Your food manufacturing legal questions answered

By Food Manufacture

- Last updated on GMT

Your legal questions are answered by or experts in food legislation
Your legal questions are answered by or experts in food legislation

Related tags Law

From the implications of current legislation covering energy use to compliance with international rules governing nutrition labelling, we pose your legal questions to experts in food law.

This month, we put your queries to Alex Hill, co-founder of strategic energy management consultancy ZTP, and Aoac International board member Erik Konings.

What implications are there for manufacturers from current legislation covering energy use?

Alex Hill:

Two major pieces of energy legislation affecting UK businesses are the Carbon Reduction Commitment (CRC) and the Energy Saving Opportunity Scheme (ESOS). Additional legislation will see smart meters fitted across the UK by 2020, gas consumption monitored more closely through Project Nexus, and buildings with Energy Performance Certificate ratings of F and G become unlettable.

The CRC, requiring businesses consuming more than six gigawatt hours of energy per annum to report on their energy usage annually and purchase credits based on that consumption, will be removed from 2019.

CRC revenue will instead be generated through an increase in the Climate Change Levy (CCL) present on most commercial bills. As a result, UK businesses not exempt from paying CCL will see an increase in costs from 2019.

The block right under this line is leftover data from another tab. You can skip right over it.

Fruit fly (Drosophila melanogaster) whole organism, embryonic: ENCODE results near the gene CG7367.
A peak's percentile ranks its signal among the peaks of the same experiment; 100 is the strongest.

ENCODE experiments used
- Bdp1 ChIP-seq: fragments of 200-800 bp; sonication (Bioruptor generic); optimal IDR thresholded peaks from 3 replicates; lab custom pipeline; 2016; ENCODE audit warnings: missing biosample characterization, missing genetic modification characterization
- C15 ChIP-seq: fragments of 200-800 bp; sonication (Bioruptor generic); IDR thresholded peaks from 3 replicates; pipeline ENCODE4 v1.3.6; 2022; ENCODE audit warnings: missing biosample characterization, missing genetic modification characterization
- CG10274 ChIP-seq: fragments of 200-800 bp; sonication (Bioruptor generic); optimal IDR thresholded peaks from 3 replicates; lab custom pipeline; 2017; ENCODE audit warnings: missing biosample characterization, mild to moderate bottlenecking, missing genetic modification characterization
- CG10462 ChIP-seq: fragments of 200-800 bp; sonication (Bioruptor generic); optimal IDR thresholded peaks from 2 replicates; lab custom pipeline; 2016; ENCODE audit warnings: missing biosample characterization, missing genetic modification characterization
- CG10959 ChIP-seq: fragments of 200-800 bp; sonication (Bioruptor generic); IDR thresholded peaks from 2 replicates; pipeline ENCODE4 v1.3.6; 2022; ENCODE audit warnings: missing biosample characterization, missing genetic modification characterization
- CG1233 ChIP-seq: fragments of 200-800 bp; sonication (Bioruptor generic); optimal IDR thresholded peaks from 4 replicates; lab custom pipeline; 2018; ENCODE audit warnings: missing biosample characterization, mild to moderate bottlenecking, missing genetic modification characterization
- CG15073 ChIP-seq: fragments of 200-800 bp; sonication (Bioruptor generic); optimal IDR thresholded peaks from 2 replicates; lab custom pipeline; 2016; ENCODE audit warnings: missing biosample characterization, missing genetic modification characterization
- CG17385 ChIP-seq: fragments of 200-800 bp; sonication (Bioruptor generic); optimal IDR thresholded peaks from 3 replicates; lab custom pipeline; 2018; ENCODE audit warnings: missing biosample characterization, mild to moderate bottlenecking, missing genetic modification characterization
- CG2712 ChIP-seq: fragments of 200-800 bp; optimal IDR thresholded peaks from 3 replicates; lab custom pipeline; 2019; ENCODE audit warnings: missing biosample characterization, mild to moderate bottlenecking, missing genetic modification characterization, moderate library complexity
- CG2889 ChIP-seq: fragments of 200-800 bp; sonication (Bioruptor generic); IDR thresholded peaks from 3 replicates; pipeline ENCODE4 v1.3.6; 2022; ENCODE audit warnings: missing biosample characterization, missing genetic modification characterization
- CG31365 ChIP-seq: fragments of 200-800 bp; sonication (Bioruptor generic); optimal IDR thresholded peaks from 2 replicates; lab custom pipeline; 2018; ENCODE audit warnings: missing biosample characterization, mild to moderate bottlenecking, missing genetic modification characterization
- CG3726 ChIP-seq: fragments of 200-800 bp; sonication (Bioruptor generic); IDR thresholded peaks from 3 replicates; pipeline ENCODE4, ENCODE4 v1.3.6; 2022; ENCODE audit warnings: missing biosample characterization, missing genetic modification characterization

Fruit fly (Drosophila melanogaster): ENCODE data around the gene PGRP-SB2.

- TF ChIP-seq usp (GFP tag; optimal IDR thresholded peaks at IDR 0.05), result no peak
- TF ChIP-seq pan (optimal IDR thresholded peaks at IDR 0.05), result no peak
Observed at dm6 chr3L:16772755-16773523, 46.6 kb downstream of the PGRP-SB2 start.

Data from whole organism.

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ESOS rules require firms with more than 250 employees, or an annual turnover exceeding £50m and a balance sheet exceeding £43m, to report on energy consumption every four years. Those not yet compliant, or that miss the 2019 reporting deadline will face fines of up to £50,000.

Food manufacturers that have not yet been required to, or have not been able to, develop energy management and reporting capabilities in-house will need to either train internal staff or engage with a consultancy.

ZTP’s energy management portal Trace enables swift energy data gathering, and customised reports enable ESOS, CRC and supply chain reporting efficiently. Quantifiable benefits come from reduced administration and improved procurement, with our clients saving 6.73% a year against internal procurement strategies.

How can firms demonstrate compliance with international rules governing infant formula nutrition labelling?

Erik Konings:

Two new international standards for verifying compliance of such products with labelling regulations for nutrients have just been published, providing a new inter-laboratory validated analytical technique. They are:

  • The International Standards Organisation (ISO) 20635, Infant formula and adult nutritionals – Determination of vitamin C by (ultra) high performance liquid chromatography with ultraviolet detection;
  • ISO 20636, Infant formula and adult nutritionals – Determination of vitamin D by liquid chromatography-mass spectrometry.

Both are test method standards in support of the international Codex standard for infant formula and formulas for special medical purposes intended for infants.

Agreed globally, they can be used as reference for dispute resolutions and are just two in a series developed as part of the Stakeholder Panel on Infant Formula and Adult Nutritionals (SPIFAN) Project.

  • Konings​ convened the working group that developed the latest standards for infant formula.

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